How to Fry a Turkey

Frying a turkey requires heavy clothing to protect against oil spatter.
Associated Press

Many Americans look forward to fried turkey over the holidays. The juicy, injected meat and crispy skin are hard to beat for flavor and texture.

The cooking process, however, can be intimidating. Gallons of hot oil, combined with an open flame, can be a recipe for disaster if not treated with respect.

With that in mind, Lance Monk of St. Martin, Mississippi who has successfully fried turkeys for decades without burning down his house — or anything else, for that matter — gives advice on how to safely fry a turkey.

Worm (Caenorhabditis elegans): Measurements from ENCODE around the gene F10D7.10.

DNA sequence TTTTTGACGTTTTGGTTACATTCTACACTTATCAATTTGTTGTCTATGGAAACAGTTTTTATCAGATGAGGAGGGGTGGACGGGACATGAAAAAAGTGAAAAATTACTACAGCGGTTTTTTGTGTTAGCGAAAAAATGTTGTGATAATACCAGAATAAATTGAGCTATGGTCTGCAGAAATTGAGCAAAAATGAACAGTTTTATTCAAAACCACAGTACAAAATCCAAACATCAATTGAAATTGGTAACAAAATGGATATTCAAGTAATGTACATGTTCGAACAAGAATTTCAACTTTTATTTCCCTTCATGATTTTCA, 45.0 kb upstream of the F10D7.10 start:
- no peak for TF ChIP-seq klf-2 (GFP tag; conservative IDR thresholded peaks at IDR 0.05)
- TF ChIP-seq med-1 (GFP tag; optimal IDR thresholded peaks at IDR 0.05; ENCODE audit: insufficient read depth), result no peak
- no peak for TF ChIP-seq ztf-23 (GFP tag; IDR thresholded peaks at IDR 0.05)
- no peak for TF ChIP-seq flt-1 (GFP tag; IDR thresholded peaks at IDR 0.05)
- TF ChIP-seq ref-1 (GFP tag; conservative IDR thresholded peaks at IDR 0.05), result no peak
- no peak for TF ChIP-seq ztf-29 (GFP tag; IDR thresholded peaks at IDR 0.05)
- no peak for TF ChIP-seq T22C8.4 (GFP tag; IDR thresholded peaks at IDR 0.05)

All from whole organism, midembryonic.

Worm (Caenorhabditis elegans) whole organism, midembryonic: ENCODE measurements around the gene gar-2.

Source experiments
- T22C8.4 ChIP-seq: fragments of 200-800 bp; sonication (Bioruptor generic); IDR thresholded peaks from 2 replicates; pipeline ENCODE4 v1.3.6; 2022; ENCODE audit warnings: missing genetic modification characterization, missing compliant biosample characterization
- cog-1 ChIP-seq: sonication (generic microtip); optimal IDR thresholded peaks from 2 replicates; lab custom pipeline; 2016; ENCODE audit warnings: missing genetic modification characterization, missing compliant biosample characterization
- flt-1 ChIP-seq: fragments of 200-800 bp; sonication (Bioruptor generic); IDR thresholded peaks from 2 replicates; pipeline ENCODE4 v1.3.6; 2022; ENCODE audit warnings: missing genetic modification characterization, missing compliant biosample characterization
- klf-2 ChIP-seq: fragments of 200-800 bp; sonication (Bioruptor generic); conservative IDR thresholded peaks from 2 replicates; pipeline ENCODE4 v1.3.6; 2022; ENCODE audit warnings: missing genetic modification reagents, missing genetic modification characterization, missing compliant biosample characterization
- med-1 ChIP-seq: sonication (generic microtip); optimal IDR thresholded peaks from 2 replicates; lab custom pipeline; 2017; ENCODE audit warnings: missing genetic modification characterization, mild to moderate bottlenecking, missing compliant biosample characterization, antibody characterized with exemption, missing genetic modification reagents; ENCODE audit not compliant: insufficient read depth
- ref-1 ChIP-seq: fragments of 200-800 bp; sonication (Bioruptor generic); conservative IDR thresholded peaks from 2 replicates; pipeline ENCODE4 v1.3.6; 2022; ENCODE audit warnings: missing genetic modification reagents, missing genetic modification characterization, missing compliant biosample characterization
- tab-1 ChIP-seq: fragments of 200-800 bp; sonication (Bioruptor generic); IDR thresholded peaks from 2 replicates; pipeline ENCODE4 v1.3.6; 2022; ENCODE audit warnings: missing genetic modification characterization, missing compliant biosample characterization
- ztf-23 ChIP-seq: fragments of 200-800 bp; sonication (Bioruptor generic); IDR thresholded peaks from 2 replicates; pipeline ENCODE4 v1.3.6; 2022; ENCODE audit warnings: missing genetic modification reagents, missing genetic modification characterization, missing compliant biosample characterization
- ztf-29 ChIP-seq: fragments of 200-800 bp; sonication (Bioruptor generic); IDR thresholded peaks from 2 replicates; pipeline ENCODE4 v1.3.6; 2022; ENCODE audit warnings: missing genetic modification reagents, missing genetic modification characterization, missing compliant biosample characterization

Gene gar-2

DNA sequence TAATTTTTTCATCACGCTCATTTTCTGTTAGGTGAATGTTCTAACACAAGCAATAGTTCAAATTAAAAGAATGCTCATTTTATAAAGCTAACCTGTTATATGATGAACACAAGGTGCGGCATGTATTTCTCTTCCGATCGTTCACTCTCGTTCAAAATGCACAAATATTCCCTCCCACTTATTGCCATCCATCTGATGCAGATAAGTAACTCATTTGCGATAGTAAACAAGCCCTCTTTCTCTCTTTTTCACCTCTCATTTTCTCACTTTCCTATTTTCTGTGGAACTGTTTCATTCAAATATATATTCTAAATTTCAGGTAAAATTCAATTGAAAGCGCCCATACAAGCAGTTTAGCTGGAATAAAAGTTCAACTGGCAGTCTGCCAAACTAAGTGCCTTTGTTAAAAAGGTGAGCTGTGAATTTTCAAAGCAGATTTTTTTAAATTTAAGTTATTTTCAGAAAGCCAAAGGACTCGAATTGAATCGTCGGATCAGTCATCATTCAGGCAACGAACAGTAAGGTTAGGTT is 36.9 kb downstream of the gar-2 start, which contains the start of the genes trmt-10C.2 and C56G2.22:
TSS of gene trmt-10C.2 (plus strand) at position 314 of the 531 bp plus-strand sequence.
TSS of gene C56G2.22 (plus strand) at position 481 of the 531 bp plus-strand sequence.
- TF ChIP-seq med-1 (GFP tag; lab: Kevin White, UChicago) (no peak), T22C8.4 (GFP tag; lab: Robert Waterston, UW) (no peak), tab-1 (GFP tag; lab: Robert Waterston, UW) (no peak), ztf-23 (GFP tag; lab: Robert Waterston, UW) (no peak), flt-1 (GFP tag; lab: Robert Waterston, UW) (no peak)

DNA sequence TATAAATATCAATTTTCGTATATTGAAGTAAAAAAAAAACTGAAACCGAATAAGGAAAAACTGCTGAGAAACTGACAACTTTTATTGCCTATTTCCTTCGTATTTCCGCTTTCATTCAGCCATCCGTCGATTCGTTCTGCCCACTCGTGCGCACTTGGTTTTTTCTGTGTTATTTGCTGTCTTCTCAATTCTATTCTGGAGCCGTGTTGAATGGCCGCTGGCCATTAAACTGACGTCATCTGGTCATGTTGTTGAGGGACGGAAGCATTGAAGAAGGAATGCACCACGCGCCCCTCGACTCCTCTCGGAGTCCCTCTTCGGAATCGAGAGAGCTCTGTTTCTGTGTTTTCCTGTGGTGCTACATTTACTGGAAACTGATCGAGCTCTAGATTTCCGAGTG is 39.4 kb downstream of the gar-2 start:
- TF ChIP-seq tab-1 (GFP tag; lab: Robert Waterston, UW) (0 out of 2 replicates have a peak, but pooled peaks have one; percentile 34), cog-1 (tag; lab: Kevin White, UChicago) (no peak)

Size of turkey matters

Monk, who cooks up to a dozen turkeys during the holiday season for friends and family, said selecting the right bird is key.

“The best turkey is between 12 and 13 pounds,” Monk said. “A 12-pound turkey is best because you don’t burn up the wings. Bigger than 14 and you burn up the wings and they’re inedible.”

Prepping the turkey

Prepping the bird starts the night before cooking. The first thing he does is remove the giblet pack and neck. Next, he injects the turkey with a Creole butter marinade and places it in a roasting pan lined with newspaper to soak up any marinade that leaks. No, this is not a shameless plug for newspapers. Monk said it works best. Then the turkey goes back in the refrigerator.

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SOURCE: Mississippi Clarion Ledger, Brian Broom

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